Photo: Jacob García / Reuters.
Surviving Tapachula: Witness Account of a Cuban Migrant
3 / octubre / 2023
It was raining terribly in Holguin when the plane took off. Was the country weeping? Was it a sign? But for someone who got onboard with a small backpack and put it under their seat, then tightly closed the belt that stands out of its place, next to the window or aisle, there is no return.
It doesn’t matter how much the flight cost, $1,400 USD, and it doesn’t matter how much further is left to land in Managua, the turbulence, uncertainty; nor the journey that is to follow. Honduras, Guatemala, crossing the Suchiate River and disembarking in Chiapas. It doesn’t matter that you’re entering each of these countries illegally when risking what you don’t have is the only thing you have left. Tapachula doesn’t matter, almost at the foot of the Tacana Volcano, chile, tacos with beans, regularization papers, work, waiting and, once again, uncertainty. Who leaves a country without knowing for sure that they will reach the destination they seek?
When the plane took off in Holguin, Leo* knew that it was Sunday, August 23, 2023, that he was afraid, that all of this made him really upset and that fleeing the country, going far from his country, was the only thing he could think about. However, he didn’t know how long his journey would take, nor how long it would take him to reach the US. He still doesn’t. He knows he’s been in the State of Chiapas for a month, which used to be Maya territory, but is now an open-air booby trap for migrants.
He reached Managua in the early morning, after a stop-over in the Dominican Republic. He’d taken a car the following night. He says it was safe, that everything was very well organized, but the journey was long and “practically exhausting.” He met other Cubans along the way, they traveled in large groups, some were couples, others had young children. A year ago, approximately 300,000 Cubans also passed through here, taking similar routes. Now, a potentially hostile route, with a lot less safeguards, is being revived.
There were stretches when Leo had to walk through the jungle until he reached some buses where he joined other Cubans. They passed through Tegucipalpa. They saw the city lights at night from afar. They stopped in certain spots to go to the bathroom and to buy food. They arrived in Guatemala in the day and stayed 24 hours in a motel. They were given food, rested, recovered their strength to be able to reach the Suchiate river shore at night. Once in Mexico, they took taxis to their rental homes and lodgings that everyone had already booked.
Arriving and waiting in Tapachula, Chiapas, Mexico
Living together in precarious conditions, in a faraway land with people you’ve just met, is hard. Rents have gone up a lot in Tapachula, as has the price of food and services. The first thing Cubans do, which Leo also did, once on Mexican soil, is to go to the Mexican Commission for Refugee Assistance (COMAR). There, they are given a letter of safe-passage to be able to move around Tapachula without the danger of being arrested or deported.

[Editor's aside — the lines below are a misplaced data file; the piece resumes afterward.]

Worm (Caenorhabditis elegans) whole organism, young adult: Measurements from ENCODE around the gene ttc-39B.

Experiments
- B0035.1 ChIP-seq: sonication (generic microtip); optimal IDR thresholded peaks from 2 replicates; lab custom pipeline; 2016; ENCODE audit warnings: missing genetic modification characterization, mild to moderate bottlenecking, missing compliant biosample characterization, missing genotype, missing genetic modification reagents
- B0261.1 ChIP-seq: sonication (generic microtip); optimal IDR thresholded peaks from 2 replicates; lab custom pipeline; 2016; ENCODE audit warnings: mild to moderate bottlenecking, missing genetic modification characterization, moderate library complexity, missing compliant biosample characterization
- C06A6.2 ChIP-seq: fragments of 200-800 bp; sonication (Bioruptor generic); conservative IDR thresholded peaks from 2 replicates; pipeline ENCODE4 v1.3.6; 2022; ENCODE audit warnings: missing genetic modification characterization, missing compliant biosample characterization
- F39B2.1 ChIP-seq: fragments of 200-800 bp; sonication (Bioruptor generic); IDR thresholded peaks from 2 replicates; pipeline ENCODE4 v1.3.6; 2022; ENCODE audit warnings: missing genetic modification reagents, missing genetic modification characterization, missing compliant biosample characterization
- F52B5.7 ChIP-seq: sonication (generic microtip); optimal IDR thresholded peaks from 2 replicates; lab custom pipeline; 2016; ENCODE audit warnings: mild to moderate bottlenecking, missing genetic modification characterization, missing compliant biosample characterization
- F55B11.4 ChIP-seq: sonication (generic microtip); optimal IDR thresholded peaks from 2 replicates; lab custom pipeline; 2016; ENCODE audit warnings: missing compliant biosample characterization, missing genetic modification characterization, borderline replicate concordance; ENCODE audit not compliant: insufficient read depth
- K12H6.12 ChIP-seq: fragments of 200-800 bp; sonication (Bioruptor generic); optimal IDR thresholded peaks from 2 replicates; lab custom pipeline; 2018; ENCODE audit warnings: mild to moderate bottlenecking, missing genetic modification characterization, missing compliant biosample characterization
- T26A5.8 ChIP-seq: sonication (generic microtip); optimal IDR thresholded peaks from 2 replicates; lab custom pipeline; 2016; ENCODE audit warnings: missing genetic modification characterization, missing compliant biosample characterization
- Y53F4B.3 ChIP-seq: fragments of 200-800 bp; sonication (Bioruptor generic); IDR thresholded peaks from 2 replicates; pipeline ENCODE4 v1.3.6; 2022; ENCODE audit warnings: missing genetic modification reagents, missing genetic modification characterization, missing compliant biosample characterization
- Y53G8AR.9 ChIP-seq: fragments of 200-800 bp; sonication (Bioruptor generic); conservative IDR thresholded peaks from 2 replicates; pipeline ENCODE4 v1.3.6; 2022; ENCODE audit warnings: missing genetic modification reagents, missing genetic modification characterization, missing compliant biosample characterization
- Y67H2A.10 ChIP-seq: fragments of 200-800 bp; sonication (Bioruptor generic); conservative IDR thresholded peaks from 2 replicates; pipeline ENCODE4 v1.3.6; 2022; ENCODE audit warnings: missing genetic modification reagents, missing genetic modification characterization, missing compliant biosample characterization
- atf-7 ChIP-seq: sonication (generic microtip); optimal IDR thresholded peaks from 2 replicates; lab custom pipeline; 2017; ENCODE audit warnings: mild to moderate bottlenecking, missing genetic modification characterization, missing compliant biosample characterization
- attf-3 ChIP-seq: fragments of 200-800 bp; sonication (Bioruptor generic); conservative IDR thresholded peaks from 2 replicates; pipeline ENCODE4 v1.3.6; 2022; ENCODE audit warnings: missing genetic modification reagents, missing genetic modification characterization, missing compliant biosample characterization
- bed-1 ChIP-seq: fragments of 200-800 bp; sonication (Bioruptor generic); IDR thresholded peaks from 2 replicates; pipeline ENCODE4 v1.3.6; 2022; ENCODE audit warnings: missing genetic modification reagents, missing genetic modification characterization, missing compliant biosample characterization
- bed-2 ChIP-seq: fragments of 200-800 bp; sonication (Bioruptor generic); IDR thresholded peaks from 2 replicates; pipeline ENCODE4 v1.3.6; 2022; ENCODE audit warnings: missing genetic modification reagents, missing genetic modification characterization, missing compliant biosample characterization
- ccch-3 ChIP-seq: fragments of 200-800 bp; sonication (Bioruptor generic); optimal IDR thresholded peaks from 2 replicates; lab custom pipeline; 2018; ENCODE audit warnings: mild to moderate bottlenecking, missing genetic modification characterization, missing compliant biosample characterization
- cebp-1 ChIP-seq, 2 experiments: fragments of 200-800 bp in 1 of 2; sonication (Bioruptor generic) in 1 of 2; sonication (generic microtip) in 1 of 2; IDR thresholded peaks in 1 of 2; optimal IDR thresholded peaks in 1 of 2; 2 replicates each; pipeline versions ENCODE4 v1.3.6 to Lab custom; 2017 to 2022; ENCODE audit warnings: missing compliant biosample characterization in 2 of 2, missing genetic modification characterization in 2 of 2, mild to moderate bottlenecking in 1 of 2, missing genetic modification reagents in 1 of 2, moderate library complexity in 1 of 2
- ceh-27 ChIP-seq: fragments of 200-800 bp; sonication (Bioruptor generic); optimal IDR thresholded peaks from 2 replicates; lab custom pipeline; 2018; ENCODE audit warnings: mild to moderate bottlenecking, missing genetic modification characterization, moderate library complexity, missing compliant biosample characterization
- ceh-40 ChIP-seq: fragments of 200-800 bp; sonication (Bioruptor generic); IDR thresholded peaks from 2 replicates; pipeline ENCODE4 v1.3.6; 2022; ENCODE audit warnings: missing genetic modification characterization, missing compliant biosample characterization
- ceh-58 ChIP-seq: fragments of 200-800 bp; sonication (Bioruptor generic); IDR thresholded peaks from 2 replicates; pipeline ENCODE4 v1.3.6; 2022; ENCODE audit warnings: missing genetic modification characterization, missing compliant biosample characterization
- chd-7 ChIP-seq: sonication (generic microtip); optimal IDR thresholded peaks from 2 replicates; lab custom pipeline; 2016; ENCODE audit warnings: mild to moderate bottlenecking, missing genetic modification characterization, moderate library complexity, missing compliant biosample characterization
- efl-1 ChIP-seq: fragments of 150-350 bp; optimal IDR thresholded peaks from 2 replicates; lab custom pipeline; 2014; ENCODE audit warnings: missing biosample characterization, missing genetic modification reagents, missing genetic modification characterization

The line – which is called the fila in Mexico -, was quite long when he arrived, but it would get even more “chaotic” days later. He went into a place with different offices, he was given a ticket that he filled out with his personal information – address in Cuba, email, etc. – before heading towards another cubicle where he had to show his passport to a person sitting behind a computer. They only asked a few questions and he was sent to another place. That’s where he was finally given his letter of safe-passage. While Leo was moving along this process, he kept seeing Cubans and Haitians, above all else. Leo says that he doesn’t consider himself an economic migrant. He fled the island because he had problems with State Security and he told this to another officer who was taking anonymous surveys at COMAR with Cubans about their reasons for leaving the country.
Staying in Tapachula and the Central American route beginning in Nicaragua are due to many Cubans preferring to wait out their parole processes or apply for a CBP One appointment on Mexican soil. Leo has seen people who come and are on a flight to the US in four or five days, but others spend months in Tapachula. “The atmosphere among Cubans here is of high hopes, but also unease. There is an atmosphere of uncertainty that continues to grow.”
There have been riots, there have been clashes between Cubans and Haitians, the police have intervened and stopped Cubans with some kind of authorization to go to the US southern border from flying across, since mid-September. The request for authorization to fly used to be processed at Mexico’s National Migration Institute (INM). Leo was at a protest of migrants who protested for the measure. They spent most of the day sitting on the sidewalk, under the scorching sun, with children in their mothers’ arms. But things haven’t changed in reality and nobody knows if it will really change. Setting off on a journey along the highway would be a lot more dangerous, and more expensive, of course.